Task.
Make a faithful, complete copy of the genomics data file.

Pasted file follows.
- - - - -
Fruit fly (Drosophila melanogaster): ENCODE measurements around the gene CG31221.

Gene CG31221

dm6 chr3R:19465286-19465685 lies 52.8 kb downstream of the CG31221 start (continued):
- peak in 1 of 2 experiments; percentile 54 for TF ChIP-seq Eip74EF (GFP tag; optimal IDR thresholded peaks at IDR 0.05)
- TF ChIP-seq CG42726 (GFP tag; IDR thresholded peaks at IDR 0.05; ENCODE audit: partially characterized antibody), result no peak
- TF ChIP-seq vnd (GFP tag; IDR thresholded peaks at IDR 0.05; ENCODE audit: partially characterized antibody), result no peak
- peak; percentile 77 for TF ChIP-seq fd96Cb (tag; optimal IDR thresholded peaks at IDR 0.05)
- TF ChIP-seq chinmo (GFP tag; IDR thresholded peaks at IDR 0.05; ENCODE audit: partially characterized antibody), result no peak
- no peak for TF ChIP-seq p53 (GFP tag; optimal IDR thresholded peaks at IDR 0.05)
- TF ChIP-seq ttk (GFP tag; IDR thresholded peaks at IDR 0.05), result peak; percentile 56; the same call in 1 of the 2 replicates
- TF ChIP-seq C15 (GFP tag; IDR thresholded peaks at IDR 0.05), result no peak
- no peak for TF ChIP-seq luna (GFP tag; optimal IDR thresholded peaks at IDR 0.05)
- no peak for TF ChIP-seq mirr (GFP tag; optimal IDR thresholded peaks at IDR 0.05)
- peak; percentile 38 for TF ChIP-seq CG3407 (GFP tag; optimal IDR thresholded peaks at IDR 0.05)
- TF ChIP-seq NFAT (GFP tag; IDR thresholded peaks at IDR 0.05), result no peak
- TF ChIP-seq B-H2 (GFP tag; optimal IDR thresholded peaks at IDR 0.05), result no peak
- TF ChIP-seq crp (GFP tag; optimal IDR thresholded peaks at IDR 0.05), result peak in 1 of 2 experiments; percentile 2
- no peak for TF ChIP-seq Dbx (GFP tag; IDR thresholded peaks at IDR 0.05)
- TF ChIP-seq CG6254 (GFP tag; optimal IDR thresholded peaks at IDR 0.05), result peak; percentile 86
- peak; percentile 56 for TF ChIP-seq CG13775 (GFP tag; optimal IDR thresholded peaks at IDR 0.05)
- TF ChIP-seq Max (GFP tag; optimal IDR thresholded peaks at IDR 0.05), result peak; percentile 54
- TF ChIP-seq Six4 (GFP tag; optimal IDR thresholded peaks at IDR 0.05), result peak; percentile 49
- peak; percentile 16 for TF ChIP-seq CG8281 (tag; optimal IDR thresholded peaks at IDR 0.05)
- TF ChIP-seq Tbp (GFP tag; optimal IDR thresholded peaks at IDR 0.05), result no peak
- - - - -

Fruit fly (Drosophila melanogaster): ENCODE measurements around the gene CG31221.

Gene CG31221

dm6 chr3R:19465286-19465685 lies 52.8 kb downstream of the CG31221 start (continued):
- peak in 1 of 2 experiments; percentile 54 for TF ChIP-seq Eip74EF (GFP tag; optimal IDR thresholded peaks at IDR 0.05)
- TF ChIP-seq CG42726 (GFP tag; IDR thresholded peaks at IDR 0.05; ENCODE audit: partially characterized antibody), result no peak
- TF ChIP-seq vnd (GFP tag; IDR thresholded peaks at IDR 0.05; ENCODE audit: partially characterized antibody), result no peak
- peak; percentile 77 for TF ChIP-seq fd96Cb (tag; optimal IDR thresholded peaks at IDR 0.05)
- TF ChIP-seq chinmo (GFP tag; IDR thresholded peaks at IDR 0.05; ENCODE audit: partially characterized antibody), result no peak
- no peak for TF ChIP-seq p53 (GFP tag; optimal IDR thresholded peaks at IDR 0.05)
- TF ChIP-seq ttk (GFP tag; IDR thresholded peaks at IDR 0.05), result peak; percentile 56; the same call in 1 of the 2 replicates
- TF ChIP-seq C15 (GFP tag; IDR thresholded peaks at IDR 0.05), result no peak
- no peak for TF ChIP-seq luna (GFP tag; optimal IDR thresholded peaks at IDR 0.05)
- no peak for TF ChIP-seq mirr (GFP tag; optimal IDR thresholded peaks at IDR 0.05)
- peak; percentile 38 for TF ChIP-seq CG3407 (GFP tag; optimal IDR thresholded peaks at IDR 0.05)
- TF ChIP-seq NFAT (GFP tag; IDR thresholded peaks at IDR 0.05), result no peak
- TF ChIP-seq B-H2 (GFP tag; optimal IDR thresholded peaks at IDR 0.05), result no peak
- TF ChIP-seq crp (GFP tag; optimal IDR thresholded peaks at IDR 0.05), result peak in 1 of 2 experiments; percentile 2
- no peak for TF ChIP-seq Dbx (GFP tag; IDR thresholded peaks at IDR 0.05)
- TF ChIP-seq CG6254 (GFP tag; optimal IDR thresholded peaks at IDR 0.05), result peak; percentile 86
- peak; percentile 56 for TF ChIP-seq CG13775 (GFP tag; optimal IDR thresholded peaks at IDR 0.05)
- TF ChIP-seq Max (GFP tag; optimal IDR thresholded peaks at IDR 0.05), result peak; percentile 54
- TF ChIP-seq Six4 (GFP tag; optimal IDR thresholded peaks at IDR 0.05), result peak; percentile 49
- peak; percentile 16 for TF ChIP-seq CG8281 (tag; optimal IDR thresholded peaks at IDR 0.05)
- TF ChIP-seq Tbp (GFP tag; optimal IDR thresholded peaks at IDR 0.05), result no peak